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Using Missouri Plat Maps to Find Your Ancestors

chariton-mo-1876page_46-detailThe Missouri History Museum does great things, has a great website, and offers an excellent newsletter. Check them out here.  But of everything it offers, the map resources are my favorite. So, as promised, below are my step-by-step instructions for finding the land of your ancestors. It isn’t much, because it is SO EASY.

First, organize your research. The plat maps are for 1875-1930. Consequently, you should determine the last name of any relations you think may have lived in Missouri during that time frame. Do you know in what county in Missouri each of them lived? Jot that down beside their name. Knowing the township provides even more information. Your research sheet might look like this. I use my family as an example.

Name County Township Timeframe/Notes
Thomas Morris[s] Chariton Rothville? Died between 1870-1880
Peter P. Morris[s] Chariton Salt Creek b1832-1916
William S. Ely Ralls Salt River? b1805-1877
Harmon Utterback Ralls Perry? b1812-1888 brother to Rebecca wife of above
Schulyer Ison Bates Summit Arrived after 1860-1883
Gabriel Ison Bates Summit Left after 1884

Second, go to the plat map search page found here.  It looks like this.missouri-digital-library

Now you have a choice. You can search by typing in the last name only of your ancestor and find the county of residence. The search box is at the top of the site. (See arrow #1) If the surname is unusual, this option may be best. Let’s try it with Utterback. I put the name into the search and this came up.utterback-search

Right at the top of the list is “an illustrated historical atlas for Ralls County.” If I hover my curser over the title, I am given all citation information for the item. Click on it and it carried me to that record. Now, I had to do a bit of work to find what I wanted. But here are my results in the “text” tab.text-results-of-utterbackNotice the column above the rectangle. It includes a tab for “image,” “text,” and two up down arrows noting the number of Utterback’s found in the document (11). I went to text, arrowed to where I found Harmon Utterback. Now, if you look in the upper right hand corner, you find some cool options: “view image and text,” “download,” and “print”. The last two items are pretty self-explanatory. But when I hit “view image and text,” I got a plat map showing where the brother of my great, great, great grandmother lived. (township 55 north range 7 west of the 5th principal meridian) It took a little adjusting by left clicking to hold down and move the map but…pretty wonderful. Here is that imagemap-of-utterback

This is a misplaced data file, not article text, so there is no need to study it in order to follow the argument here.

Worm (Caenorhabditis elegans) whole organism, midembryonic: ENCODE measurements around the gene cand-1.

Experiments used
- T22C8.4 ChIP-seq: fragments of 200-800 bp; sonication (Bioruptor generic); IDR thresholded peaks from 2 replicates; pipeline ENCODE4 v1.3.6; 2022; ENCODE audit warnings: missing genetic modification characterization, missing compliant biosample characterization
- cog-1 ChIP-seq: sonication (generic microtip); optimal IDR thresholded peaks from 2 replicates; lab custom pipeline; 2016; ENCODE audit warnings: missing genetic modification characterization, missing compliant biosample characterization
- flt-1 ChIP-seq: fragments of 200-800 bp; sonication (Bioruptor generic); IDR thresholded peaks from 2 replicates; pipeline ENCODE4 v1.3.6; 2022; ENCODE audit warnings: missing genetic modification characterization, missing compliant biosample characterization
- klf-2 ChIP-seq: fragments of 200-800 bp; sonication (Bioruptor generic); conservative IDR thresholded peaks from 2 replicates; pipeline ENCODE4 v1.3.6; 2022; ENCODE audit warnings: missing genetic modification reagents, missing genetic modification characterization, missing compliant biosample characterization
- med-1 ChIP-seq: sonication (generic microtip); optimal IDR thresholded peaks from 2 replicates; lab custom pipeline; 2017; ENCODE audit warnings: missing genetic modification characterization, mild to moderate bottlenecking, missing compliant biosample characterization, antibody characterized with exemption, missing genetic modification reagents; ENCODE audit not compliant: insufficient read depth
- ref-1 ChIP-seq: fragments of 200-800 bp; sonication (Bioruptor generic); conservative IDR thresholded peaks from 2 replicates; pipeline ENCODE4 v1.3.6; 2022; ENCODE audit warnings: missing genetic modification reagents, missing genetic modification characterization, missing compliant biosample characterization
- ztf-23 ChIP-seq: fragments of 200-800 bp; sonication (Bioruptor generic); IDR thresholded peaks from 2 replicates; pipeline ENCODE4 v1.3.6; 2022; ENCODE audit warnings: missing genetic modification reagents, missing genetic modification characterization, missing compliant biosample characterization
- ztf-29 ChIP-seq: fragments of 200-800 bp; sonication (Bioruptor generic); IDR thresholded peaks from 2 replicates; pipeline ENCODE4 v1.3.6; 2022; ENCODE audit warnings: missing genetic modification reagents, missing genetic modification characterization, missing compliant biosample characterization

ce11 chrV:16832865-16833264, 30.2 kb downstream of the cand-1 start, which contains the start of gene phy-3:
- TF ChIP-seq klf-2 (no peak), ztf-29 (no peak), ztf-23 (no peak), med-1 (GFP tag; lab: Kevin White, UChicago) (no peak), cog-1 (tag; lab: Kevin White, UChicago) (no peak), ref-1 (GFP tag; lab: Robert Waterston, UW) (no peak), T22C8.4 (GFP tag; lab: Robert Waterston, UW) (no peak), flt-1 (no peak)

Your second option, if you are pretty sure of the county and even the township (perhaps gathered from a census record from the timespan of the records), is to use the county search feature (plat map search page:arrow #2). It then allows you to search the county records over time. I chose Chariton County and got plat map results for 1876 and 1897. With a little searching I found the map for 1876 showing Peter Philander Morriss (P.P. Morris detailed at the top of the post.). Not only did I find where my great, great grandfather lived, I also discovered no Thomas Morriss, a good indication that I can narrow his death to between 1870 when he appeared on the census in Chariton and 1876 when he disappear from land ownership. There may be another explanation, but the clues keep compounding. And with a little detective work—who knows?

Go ahead—explore Missouri from your laptop. It’s easy!

About croywright

The author, a writer of history and historical fiction, always yearned to go back in time.

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